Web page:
According to the Centre for Economics and Business Research (CEBR), the average SME spends £24,000 on marketing a year. We’re now into the second half of 2017, and many marketing managers are reviewing their marketing plans to see if they’ve delivering what was expected at the start of the year.
Are your results as expected, better or worse? You may very well be called into a meeting (aka grilling with your CEO in the coming weeks), so it’s important to analyse your results so far and prepare yourself.
Getting the basics right
Are you able to demonstrate ROI? If you’re not, and you’re simply doing what you’ve always done, the same campaigns year-in-year-out, you need to give yourself a stern talking too! Competition is fierce in the marketing world and if you don’t up your game, you could find yourself out of a job.
As a marketing manager, you should be constantly testing and perfecting your campaigns, spending your budget wisely. What will deliver what ROI… is social media driving sales at a low cost, or are the best campaigns those that combine email marketing with direct mail? Your marketing needs to be effective and measured, you can’t simply guess. Direct mail, PR… you have lots of options but you shouldn’t spread yourself too thin.
If you own or work for a small local business, every penny counts. You need to know where your customers have come from, how much they spend and how much it costs you to get them. Compare your results to this time last year, what’s changed?
Time as well as costs need to be considered. For instance, a piece of direct mail needs to be designed/printed/delivered, and the lead time can be weeks, however an email to your database can take just a few hours to set up and send out, from start to finish. Tracking emails, texts, PPC, SEO and social media posts/campaigns, can be much easier than tracking offline methods, which can make demonstrating ROI that much easier.
Are you converting?
One of the benefits of digital marketing is the availability of all kinds of metrics to measure your marketing success. But some of these can be distracting. While hundreds of ‘likes’ on a social media update may be impressive, if those likes aren’t converting into sales it’s hard to claim any real wins.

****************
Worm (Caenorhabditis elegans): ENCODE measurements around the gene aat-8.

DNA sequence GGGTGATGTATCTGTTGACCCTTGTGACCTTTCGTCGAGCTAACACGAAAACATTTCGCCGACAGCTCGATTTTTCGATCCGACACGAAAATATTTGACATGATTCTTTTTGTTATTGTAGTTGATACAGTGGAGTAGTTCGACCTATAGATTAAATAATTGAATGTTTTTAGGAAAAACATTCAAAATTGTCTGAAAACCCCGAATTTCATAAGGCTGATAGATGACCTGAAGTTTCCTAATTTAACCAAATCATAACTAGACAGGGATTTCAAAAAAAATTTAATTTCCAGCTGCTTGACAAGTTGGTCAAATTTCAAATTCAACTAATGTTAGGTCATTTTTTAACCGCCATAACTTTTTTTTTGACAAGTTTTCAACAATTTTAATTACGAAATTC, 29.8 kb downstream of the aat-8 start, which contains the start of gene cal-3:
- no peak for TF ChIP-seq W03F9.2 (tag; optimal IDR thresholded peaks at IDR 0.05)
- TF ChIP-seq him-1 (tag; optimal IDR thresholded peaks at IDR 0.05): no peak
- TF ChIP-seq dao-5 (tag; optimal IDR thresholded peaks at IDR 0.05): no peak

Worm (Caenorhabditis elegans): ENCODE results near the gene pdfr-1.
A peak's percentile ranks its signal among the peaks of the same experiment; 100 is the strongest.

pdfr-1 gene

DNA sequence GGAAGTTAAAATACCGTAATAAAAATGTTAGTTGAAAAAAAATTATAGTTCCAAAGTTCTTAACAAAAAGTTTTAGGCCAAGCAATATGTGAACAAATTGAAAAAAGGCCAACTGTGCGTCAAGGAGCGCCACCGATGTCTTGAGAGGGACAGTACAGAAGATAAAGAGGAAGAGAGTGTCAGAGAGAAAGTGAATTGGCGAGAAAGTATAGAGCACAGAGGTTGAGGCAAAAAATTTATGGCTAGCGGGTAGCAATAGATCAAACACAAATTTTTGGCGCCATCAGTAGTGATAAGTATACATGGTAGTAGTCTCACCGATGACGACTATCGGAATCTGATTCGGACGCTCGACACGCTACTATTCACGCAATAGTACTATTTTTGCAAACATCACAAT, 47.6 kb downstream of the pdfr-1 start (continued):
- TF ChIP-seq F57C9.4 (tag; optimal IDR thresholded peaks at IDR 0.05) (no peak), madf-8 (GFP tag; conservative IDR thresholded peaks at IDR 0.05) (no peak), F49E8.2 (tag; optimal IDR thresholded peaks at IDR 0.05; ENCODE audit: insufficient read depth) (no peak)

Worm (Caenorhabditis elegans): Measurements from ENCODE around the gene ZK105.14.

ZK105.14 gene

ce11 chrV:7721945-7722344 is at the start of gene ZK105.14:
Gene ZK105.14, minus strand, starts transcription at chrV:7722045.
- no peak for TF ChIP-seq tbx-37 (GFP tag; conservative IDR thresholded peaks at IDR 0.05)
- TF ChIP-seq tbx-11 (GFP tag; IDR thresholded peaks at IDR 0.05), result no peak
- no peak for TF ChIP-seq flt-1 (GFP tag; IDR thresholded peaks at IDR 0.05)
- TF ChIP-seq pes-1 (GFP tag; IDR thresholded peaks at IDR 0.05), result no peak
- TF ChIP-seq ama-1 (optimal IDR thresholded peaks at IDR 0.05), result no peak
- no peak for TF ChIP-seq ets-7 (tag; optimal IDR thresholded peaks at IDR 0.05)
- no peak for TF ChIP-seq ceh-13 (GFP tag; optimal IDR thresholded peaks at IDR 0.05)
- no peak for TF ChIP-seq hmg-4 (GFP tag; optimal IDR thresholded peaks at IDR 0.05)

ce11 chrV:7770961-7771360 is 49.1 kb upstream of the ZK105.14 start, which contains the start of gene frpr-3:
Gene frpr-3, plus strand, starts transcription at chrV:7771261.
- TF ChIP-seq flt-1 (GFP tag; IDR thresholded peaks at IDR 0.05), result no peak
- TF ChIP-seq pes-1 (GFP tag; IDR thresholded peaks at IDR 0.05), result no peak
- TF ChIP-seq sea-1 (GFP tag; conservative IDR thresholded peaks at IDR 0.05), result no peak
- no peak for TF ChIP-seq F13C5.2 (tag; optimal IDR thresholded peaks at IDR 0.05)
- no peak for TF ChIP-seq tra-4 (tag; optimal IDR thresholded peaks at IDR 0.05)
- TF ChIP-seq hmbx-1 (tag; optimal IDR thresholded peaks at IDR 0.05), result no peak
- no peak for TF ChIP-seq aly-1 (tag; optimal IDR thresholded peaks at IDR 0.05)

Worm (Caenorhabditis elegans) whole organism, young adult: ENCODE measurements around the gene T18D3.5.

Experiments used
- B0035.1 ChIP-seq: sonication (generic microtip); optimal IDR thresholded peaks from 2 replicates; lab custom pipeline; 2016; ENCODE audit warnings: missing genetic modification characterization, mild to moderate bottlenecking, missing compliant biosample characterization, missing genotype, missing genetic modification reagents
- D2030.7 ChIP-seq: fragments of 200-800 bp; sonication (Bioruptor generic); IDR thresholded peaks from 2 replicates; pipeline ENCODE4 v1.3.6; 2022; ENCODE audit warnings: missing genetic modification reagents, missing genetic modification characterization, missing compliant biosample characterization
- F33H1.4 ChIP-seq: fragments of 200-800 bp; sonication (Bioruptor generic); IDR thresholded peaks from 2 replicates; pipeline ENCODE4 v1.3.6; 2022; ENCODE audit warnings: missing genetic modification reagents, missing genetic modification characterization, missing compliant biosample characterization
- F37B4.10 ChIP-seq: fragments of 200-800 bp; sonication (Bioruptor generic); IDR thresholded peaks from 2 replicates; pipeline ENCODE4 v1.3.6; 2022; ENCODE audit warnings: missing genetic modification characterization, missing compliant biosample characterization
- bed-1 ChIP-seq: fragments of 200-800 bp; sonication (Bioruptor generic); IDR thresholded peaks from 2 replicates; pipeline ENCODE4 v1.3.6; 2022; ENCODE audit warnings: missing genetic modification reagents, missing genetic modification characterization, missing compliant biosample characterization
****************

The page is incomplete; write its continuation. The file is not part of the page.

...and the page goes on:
The first step as any marketer knows is to attract prospects and get them into a marketing funnel. However, if you’re seeing poor conversion rates it could be that you’re simply not attracting the right prospects. If this is the case I suggest you review your buyer personas and see whether there is a misalignment with your marketing activities.
If attracting the prospects is not a problem but your marketing funnel is leaking really good leads, look at what opportunities you’re missing to keep them engaged. Are you pointing prospects at the right content? Many companies make the mistake of pushing prospects to their website home page from social media or email, but a specific landing page with highly targeted and relevant content for that prospect would be much more effective.
Are you a generalist?
In SMEs with limited resources it can be very challenging being a marketing manager. Business owners often have high expectations, thinking that because of the accessibility and low cost of digital marketing tools it’s easy to achieve results. However, as you know, digital marketing is complex and in many cases requires specialist skills to be effective. SEO, PPC and data management are all good examples of where specialist expertise can make a real difference – not just improving results but also saving money.
We recommend that when reviewing your marketing you also explore whether there are opportunities to be more successful by getting support. Freelancers, and agencies like Hyped, can help you do your job more effectively.
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